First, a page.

Assistant Professor, Human Geography
Faculty of Social Sciences and Humanities
I am a social geographer with a broad interest in urban issues and a research focus on policy, poverty and health. I recently received SSHRC funding to study urban policymaking in Canada. In today’s world, urban regions play a central role in attracting global investment, creating jobs, and providing services and as such they are widely seen as strategic nodes in the global economy. Despite its increasing importance, Canadian urban policy has been a neglected area of study. My study seeks to address this gap through an examination of the role that policy learning and policy transfer practices are playing in the development of Canadian urban policy.
To carry out this investigation, I am focusing on one particular policy sphere – housing and homelessness. Like other western countries, Canada has seen homelessness rates rise. In recent years, significant changes have occurred with respect to how governments are responding to this issue. In Canada, many of these changes reflect how Canadian policymakers and welfare service providers have looked outside Canada’s borders for new approaches. The introduction of the ‘Housing First’ (HF) models is one example. HF is a relatively new model for alleviating street homelessness and it has rapidly spread from the United States to parts of Western Europe and Canada. HF models ambitiously seek to ‘end’ street homelessness by directly providing ‘hard-to-house’ individuals with immediate access to independent, subsidized housing accompanied by professional supports. In Canada, HF models have featured prominently in recent federal and some provincial strategies and spread swiftly among cities.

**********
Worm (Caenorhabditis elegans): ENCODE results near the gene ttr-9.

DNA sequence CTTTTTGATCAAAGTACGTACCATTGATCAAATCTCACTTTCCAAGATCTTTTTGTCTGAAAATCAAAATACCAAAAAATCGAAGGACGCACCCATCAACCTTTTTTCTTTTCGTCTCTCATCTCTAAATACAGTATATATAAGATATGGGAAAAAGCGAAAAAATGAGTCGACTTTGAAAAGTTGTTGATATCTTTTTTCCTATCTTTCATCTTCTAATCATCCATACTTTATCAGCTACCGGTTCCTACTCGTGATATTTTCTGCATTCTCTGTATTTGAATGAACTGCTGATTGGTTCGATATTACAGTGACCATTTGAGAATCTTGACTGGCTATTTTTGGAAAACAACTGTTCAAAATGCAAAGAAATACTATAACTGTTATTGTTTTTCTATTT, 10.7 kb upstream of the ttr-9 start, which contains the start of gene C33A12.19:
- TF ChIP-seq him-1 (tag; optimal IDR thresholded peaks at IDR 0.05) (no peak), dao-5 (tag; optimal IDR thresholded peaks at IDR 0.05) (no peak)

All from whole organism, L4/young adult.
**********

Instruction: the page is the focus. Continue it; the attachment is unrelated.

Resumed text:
With this study – entitled, “From streets to homes: mapping the rise of housing first policies and programs in Canada” – my aim is to examine the policy pathways that have contributed to the diffusion of HF policies and programs. In doing so, I aim to answer several questions. Where and when have HF policies and programs found implementation in Canada? How has the HF model been presented as a success abroad and within Canada? What pathways have permitted the flow of HF policies and programs to Canada and aided in their circulation among Canadian cities? How has the HF model been adapted within particular places? How do these local examples compare on a national and international level? Answering these questions will enhance our understanding of how urban policy is created in Canada, particularly in relation to the global policy circuits and local policy experiments. Understanding the urban policy landscape in this way, particularly with regard to the influence of U.S. social policy, will help put Canadian urban policy, and urban development more generally, in a global context.
Updated March 03 2015 by Student & Academic Services